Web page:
In addition to the changes made within the basketball department, the Lakers also announced they have parted ways with John Black who had been the Lakers Vice President of Public Relations. Chief Operating Officer Tim Harris will immediately begin a search for a replacement. Jeanie Buss added, "We thank John for his many years of service."
Wednesday, February 22, 2017
(Three Earth-Like Worlds with Liquid Water on Them? Yes, Please!) NASA Announces a Stellar Exoplanet Discovery...
NASA / JPL - Caltech
NASA Telescope Reveals Largest Batch of Earth-Size, Habitable-Zone Planets Around Single Star (Press Release)
NASA's Spitzer Space Telescope has revealed the first known system of seven Earth-size planets around a single star. Three of these planets are firmly located in the habitable zone, the area around the parent star where a rocky planet is most likely to have liquid water.
The discovery sets a new record for greatest number of habitable-zone planets found around a single star outside our solar system. All of these seven planets could have liquid water – key to life as we know it – under the right atmospheric conditions, but the chances are highest with the three in the habitable zone.
“This discovery could be a significant piece in the puzzle of finding habitable environments, places that are conducive to life,” said Thomas Zurbuchen, associate administrator of the agency’s Science Mission Directorate in Washington. “Answering the question ‘are we alone’ is a top science priority and finding so many planets like these for the first time in the habitable zone is a remarkable step forward toward that goal.”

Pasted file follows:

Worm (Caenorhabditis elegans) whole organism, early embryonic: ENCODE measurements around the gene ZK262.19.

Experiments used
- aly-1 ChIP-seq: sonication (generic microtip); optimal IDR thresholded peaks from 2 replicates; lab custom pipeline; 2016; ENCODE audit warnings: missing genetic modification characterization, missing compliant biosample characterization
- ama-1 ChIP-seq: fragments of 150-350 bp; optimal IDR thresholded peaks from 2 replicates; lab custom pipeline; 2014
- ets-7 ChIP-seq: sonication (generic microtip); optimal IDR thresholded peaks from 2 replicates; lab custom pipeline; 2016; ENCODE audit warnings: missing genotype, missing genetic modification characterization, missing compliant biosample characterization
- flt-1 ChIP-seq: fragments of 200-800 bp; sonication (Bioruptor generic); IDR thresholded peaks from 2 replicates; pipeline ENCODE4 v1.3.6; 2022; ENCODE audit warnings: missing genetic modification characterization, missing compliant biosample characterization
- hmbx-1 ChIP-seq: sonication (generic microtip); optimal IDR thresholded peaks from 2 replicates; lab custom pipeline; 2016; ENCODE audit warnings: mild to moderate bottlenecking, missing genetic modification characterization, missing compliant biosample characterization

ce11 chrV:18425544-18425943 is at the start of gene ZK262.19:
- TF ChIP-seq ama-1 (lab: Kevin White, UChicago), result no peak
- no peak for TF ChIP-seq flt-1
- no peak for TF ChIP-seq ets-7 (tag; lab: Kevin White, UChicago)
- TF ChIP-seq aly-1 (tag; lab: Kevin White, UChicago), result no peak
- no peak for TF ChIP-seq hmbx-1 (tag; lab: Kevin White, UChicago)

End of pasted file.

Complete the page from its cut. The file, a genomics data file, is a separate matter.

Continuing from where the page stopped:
At about 40 light-years (235 trillion miles) from Earth, the system of planets is relatively close to us, in the constellation Aquarius. Because they are located outside of our solar system, these planets are scientifically known as exoplanets.
This exoplanet system is called TRAPPIST-1, named for The Transiting Planets and Planetesimals Small Telescope (TRAPPIST) in Chile. In May 2016, researchers using TRAPPIST announced they had discovered three planets in the system. Assisted by several ground-based telescopes, including the European Southern Observatory's Very Large Telescope, Spitzer confirmed the existence of two of these planets and discovered five additional ones, increasing the number of known planets in the system to seven.
The new results were published Wednesday in the journal Nature, and announced at a news briefing at NASA Headquarters in Washington.
Using Spitzer data, the team precisely measured the sizes of the seven planets and developed first estimates of the masses of six of them, allowing their density to be estimated.
Based on their densities, all of the TRAPPIST-1 planets are likely to be rocky. Further observations will not only help determine whether they are rich in water, but also possibly reveal whether any could have liquid water on their surfaces. The mass of the seventh and farthest exoplanet has not yet been estimated – scientists believe it could be an icy, "snowball-like" world, but further observations are needed.